The Roehrs House, Franklin Lakes, New Jersey

La Posada Hotel,Winslow, Arizona

Private Residence, Hawthorne, New Jersey

Old Bermuda Inn, Staten Island, New York

El Rancho, Las Vegas, Nevada

Atlas Theatre, Cheyenne, Wyoming

Private Residence, Clinton, Maine

La Petite Theatre, New Orleans, Louisiana

Photographer #405: Daniel Gordon

Daniel Gordon, 1980, USA, is a conceptual photographer who lives and works in Brooklyn, NY. He received a BA at Bard College in 2003 and an MFA at Yale University in 2006. He works in a sculptural way. He searches on the internet for images that he can use. The images he finds are printed and cut in order to make large three dimensional collages. These collages are life-size, using his own body as a reference. Once the collages are finished he photographs them with a large format camera. After the photograph has been made he disassembles the sculptures in order to use several body parts for new works. In his series Thin Skin II he depicts the human body in extreme situations as giving birth, accidents and operations. Both of his parents were doctors and he feels that seeing the images of operations when he was young have influenced him in his work today. His photographs have been exhibited extensively in the US and several times in Switzerland and France. The following works come from the series Still Lifes, Portraits & Parts, Portrait Studio and Thin Skin II.

Website: www.danielgordonstudio.com

Bill Miller

Bill Miller became preoccupied with photography when he attended high school in Manhattan, but I think he was studying painting with Clyfford Still in another lifetime. Bill’s stunning Broken Polaroids images don’t necessarily reflect his rich photographic roots; He graduated from Bard College where he studied photography with Larry Fink and Stephen Shore. He’s been a photojournalist and documentary photographer ever since then and has worked with Saveur, Harpers, Paris Match, Spin, GQ, Stern, The Globe and Mail, the NY Daily News, as well as organizations such as Doctor’s Without Borders, the Metropolitan Museum of Art, and Human Rights Watch and he’s been a photographer for the New York Post for close to 10 years.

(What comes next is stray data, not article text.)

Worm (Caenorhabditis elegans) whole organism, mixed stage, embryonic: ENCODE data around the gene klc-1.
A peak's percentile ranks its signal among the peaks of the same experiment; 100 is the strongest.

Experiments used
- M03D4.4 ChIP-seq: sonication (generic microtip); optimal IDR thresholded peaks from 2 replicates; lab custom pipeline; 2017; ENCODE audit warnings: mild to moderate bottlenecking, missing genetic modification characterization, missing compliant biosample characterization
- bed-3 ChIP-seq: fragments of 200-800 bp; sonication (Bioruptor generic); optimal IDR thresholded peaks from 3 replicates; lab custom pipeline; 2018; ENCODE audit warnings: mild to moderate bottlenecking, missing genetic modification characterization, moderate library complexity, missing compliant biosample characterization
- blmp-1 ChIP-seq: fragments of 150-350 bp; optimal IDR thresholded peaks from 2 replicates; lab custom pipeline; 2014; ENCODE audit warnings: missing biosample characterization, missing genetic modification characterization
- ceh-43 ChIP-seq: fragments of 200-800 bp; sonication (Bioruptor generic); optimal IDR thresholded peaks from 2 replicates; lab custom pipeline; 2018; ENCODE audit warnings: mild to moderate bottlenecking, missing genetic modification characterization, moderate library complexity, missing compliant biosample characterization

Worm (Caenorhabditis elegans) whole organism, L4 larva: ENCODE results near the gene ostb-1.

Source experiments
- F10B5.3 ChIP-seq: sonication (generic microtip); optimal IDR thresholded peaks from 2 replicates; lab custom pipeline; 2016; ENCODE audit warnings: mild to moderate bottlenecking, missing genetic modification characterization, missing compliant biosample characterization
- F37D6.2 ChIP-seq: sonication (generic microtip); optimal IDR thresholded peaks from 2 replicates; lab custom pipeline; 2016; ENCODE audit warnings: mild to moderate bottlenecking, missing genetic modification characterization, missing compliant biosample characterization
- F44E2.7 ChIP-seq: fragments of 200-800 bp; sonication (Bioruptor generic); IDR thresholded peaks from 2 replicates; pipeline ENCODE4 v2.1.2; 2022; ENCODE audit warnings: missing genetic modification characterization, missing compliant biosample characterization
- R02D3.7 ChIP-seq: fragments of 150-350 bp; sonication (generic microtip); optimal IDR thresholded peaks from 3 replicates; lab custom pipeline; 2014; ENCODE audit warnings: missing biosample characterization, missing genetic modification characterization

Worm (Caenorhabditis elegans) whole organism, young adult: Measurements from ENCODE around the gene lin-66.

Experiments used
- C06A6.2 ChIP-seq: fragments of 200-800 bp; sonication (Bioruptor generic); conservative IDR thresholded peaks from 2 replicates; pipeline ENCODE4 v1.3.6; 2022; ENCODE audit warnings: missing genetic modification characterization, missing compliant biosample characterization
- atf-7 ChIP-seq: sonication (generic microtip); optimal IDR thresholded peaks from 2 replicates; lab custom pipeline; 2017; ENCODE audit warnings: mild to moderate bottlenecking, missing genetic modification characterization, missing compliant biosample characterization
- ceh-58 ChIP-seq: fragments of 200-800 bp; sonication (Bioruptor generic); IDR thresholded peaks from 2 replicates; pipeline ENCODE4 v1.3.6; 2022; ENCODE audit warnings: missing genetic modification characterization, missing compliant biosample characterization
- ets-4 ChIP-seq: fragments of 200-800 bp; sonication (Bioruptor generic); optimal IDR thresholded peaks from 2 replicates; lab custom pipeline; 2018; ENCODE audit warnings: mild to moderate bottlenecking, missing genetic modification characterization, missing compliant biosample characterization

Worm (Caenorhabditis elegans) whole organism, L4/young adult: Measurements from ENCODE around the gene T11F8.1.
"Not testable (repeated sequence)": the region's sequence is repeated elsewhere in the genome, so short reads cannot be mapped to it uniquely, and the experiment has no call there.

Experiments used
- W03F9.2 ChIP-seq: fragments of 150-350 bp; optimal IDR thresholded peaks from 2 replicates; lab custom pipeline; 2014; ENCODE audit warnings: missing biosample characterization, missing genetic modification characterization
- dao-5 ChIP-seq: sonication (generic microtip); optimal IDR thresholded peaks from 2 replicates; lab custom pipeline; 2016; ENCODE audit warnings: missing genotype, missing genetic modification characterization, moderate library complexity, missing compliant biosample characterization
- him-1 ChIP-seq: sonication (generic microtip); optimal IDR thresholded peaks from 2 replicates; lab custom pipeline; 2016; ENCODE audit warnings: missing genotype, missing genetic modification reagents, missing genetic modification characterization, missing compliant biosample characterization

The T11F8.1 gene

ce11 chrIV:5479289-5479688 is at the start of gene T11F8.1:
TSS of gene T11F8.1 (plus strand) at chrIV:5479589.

Broken Polaroids: These pictures are taken with a camera that is, by most definitions, broken. I found an old Polaroid SX-70 camera under a pile of junk at a yard sale last summer. I’ve always loved this camera for its weird, mysterious, and enchanting qualities. It is an ingeniously conceived, complicated bundle of gears and switches with hundreds of moving parts packed in tight like a chrome and leather pistol. As digital cameras become smaller and quieter with no moving parts, the Polaroid with its noisy engine, gears, and rubber bellows seems increasingly charming and archaic to me. What was a cutting edge technology in 1972 is now teetering on the edge of extinction.

With its first use I realized the camera wasn’t functioning properly. It sometimes spills out 2 pictures at a time and the film often gets stuck in the gears, exposing and mangling the images in unpredictable ways. This is common with Polaroids. I’ve been shooting this SX-70 film my whole life and from my experience at least 5% of the time the images fail for one reason or another. Over time you stop noticing. The failed Polaroids are discarded with the packaging, a statistical casualty of such a complicated mechanism. It was only when my statistical casualties jumped to nearly 100% that I realized that even against my will, this camera was making, totally by chance, some interesting, and occasionally beautiful pictures. It’s this kind of unpredictability that makes old cameras and processes appealing and it wasn’t until I noticed what was happening that I started saving them. I must have thrown out scores of ruined Polaroids over the years. Millions of happy accidents have probably been discarded, unappreciated over the last few decades around the world.